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October 2019

News In Brief

October 7, 2019

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Seattle was ranked No. 1 by researchers at WalletHub, who compared 100 cities across 17 key metrics to determine the best city for public transportation. Data sets included share of commuters who use public transit and average age of the fleet to number of injuries and peak hours spent in congestion, to name two. Among the metrics measured, Seattle finished with Top 10 rankings in shortest average commute time by public transportation (3rd), fewest public transit injuries (8th), share of commuters who use public transit (9th) and 9th in total public transit vehicles operating at full capacity. In overall categories, Seattle ranked 7th in Accessibility and Convenience, 6th in Safety and Reliability and 3rd in Public Transit Resources. But combine all the scores and Seattle was No. 1. Boston, San Francisco, Washington DC and Madison rounded out the Top 5. Portland came in 10th. The worst city on the list? Indianapolis, with St. Petersburg and Tampa, Florida rounding out the bottom 3 by a wide margin.



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The number of people forced to spend at least 90 minutes each way commuting to work has boomed in the Seattle-Tacoma-Bellevue metro area over the last decade, according to a recently-released study. A county-by-county breakdown of super commutes by Apartment List has found that 50% more people were grinding out long rides in King County compared to 2009. Pierce County saw an increase of 55% and Snohomish County's super commute number jumped by 44% over that time. Combined, the counties had roughly 55,000 workers spending three hours or more round trip just getting to the office. The numbers - which originate from the U.S. Census Bureau - reflect nearly 5% of the workforce in Pierce County, but only about 2% in King County and 3.7% in Snohomish. Kitsap County had the highest percentage of Washington super commuters in the workforce, with 7. 5% making the long haul by ferry as of 2017. As you may be able to tell from the numbers, the super commuters are not just strung out on roads and freeways, but using all forms of transportation, including ferries.



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Seattle ranks among the top 20 most "fun" cities in the United States, according to the findings of a new study. The study, by personal finance website WalletHub, compared the nation's most populous 182 cities and found that Seattle ranks No. 17 when it comes to having fun. The rankings were based on 65 different criteria in areas such as entertainment, recreation, nightlife, parties and costs. And each city's reputation for fun is economically important, because the average American spends nearly $3,000 on entertainment each year, the study found. Seattle ranked well above average in several categories, including festivals per capita (No. 8 in the nation), restaurants per capita (No. 9), fitness centers per capita (No. 8), bar accessibility (No. 10) and number of attractions (No. 9). In fact, Seattle would have ranked higher than 17th in the overall rankings except for one factor - the high cost of having fun here dragged down the city's score. According to the study, Seattle is one of the most expensive cities in the U.S. for fun and recreation. In fact, the average beer price in Seattle is second-highest in the nation, behind only New York City. The top five cities in the nation for having fun, according to the study, are Las Vegas, Nev.; Orlando, Fla.; New York, N.Y.; Miami, Fla.; and Chicago, Ill. The five least fun cities in America? According to the study, they are Pearl City, Hawaii; Oxnard, Calif.; Yonkers, N.Y.; Santa Rosa, Calif.; and Bridgeport, Conn.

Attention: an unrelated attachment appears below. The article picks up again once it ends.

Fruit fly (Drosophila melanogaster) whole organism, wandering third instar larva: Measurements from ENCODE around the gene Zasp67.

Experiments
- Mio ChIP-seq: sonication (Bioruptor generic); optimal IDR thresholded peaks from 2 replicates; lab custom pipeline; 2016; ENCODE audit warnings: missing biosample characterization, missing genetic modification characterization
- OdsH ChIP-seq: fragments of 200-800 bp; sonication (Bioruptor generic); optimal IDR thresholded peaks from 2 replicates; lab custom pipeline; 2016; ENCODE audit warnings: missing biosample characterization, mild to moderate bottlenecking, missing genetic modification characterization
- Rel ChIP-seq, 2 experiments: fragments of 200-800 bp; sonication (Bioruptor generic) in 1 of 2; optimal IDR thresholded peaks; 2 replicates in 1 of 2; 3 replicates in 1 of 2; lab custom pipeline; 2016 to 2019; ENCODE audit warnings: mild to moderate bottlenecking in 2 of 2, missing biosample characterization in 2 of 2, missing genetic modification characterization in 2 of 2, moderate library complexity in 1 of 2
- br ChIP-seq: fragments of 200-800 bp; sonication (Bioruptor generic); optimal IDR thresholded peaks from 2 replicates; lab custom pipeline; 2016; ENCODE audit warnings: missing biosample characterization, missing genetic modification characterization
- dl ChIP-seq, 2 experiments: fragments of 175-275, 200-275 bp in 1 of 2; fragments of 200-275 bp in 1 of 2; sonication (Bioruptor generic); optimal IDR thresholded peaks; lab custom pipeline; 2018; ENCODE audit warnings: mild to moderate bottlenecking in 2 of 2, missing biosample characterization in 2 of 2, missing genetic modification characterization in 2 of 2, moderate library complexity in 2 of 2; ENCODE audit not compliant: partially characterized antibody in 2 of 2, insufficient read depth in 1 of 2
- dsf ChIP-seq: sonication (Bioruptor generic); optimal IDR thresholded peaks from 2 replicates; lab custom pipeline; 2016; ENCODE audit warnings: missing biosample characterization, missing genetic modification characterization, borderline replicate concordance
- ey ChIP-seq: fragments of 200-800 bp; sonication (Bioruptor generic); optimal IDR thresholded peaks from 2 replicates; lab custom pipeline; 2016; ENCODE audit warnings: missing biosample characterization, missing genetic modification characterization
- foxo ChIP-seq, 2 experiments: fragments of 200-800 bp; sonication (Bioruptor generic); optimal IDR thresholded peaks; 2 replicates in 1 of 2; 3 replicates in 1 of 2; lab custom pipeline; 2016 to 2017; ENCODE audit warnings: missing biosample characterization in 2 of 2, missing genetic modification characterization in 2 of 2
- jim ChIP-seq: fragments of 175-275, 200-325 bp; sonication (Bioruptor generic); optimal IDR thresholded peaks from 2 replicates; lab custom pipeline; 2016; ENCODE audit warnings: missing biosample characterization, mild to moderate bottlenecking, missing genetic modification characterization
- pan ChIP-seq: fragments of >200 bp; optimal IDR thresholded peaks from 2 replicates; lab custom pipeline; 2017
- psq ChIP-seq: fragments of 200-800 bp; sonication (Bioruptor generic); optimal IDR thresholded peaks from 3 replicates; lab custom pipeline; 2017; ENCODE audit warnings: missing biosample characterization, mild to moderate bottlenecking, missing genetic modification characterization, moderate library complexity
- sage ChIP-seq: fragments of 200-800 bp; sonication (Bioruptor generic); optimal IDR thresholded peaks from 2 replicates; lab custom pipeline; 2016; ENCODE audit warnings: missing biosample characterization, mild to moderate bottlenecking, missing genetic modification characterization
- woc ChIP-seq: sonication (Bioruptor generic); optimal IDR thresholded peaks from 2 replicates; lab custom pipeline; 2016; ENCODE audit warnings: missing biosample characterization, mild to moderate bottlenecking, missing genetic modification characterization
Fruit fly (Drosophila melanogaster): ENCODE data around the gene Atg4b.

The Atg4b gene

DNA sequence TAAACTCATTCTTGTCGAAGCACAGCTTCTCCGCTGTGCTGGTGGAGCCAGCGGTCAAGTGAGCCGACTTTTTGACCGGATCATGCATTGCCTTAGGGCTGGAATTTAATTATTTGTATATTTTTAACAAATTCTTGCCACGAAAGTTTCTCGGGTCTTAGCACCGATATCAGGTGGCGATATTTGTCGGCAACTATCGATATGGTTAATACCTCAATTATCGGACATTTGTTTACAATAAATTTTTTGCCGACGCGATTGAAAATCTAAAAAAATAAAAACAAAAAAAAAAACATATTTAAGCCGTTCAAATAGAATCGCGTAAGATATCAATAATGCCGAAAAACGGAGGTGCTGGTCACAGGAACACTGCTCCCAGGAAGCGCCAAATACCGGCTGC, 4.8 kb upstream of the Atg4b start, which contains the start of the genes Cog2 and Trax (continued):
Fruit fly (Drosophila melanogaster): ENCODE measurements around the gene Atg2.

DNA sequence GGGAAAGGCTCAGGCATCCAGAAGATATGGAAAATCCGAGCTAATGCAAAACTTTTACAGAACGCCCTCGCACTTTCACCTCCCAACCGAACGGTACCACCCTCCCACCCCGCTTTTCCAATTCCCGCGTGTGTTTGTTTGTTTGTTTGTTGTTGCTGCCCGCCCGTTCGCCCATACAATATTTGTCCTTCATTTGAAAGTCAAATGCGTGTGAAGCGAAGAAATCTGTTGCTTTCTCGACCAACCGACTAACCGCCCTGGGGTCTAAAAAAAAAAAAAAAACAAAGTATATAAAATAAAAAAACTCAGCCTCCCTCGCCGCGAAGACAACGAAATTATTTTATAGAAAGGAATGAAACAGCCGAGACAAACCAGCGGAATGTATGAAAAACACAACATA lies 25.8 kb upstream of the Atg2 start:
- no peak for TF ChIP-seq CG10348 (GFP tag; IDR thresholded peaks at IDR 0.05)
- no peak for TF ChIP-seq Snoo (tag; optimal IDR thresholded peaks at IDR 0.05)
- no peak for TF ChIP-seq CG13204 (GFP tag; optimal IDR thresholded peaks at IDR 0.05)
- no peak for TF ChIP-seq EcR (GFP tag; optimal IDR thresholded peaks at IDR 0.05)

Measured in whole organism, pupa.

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An updated forecast shows Washington state is expected to see a net increase in revenues of nearly $447 million through mid-2021, according to KOMO News. The numbers released at a Wednesday meeting of the Economic and Revenue Forecast Council showed total revenues are now projected at more than $51.4 billion for the current two-year state budget cycle, which started in July. The state is projected to have $3.1 billion in total reserves at the end of the current biennium. The next revenue forecast will be released Nov. 20. In December, Gov. Jay Inslee will release his 2020 supplemental budget proposal ahead of the 60-day legislative session that is set to begin. Jan. 13.



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People who bought homes in the Puget Sound region at the bottom of the housing market in 2012 have earned billions of dollars in home equity since then, with Tacoma leading the nation in percentage increase and Seattle coming in at No. 2 in the country in total dollar increase. The eye-popping figures are contained in a new report released by real estate brokerage Redfin, which measured the increase in home equity (the value of the home minus the amount still owed in mortgage payments) in cities across the U.S.

Nationwide, the increase in home equity since 2012 amounts to a staggering $203 billion, according to the report. The typical U.S. homebuyer started off with $54,000 in home equity in 2012 and has $195,000 today. In Seattle, the study found that the average person who bought a home in 2012 has gained $364,000 in home equity - an increase of 461 percent. The total rise in home equity in the Seattle area since 2012 amounts to $8.01 billion - the second-highest dollar increase in the nation behind Los Angeles.

But when it comes to the percentage of home equity increase, no city in the nation could top Tacoma. The report found that those who bought a home in Tacoma in 2012 have earned a stunning 1,453 percent increase in home equity.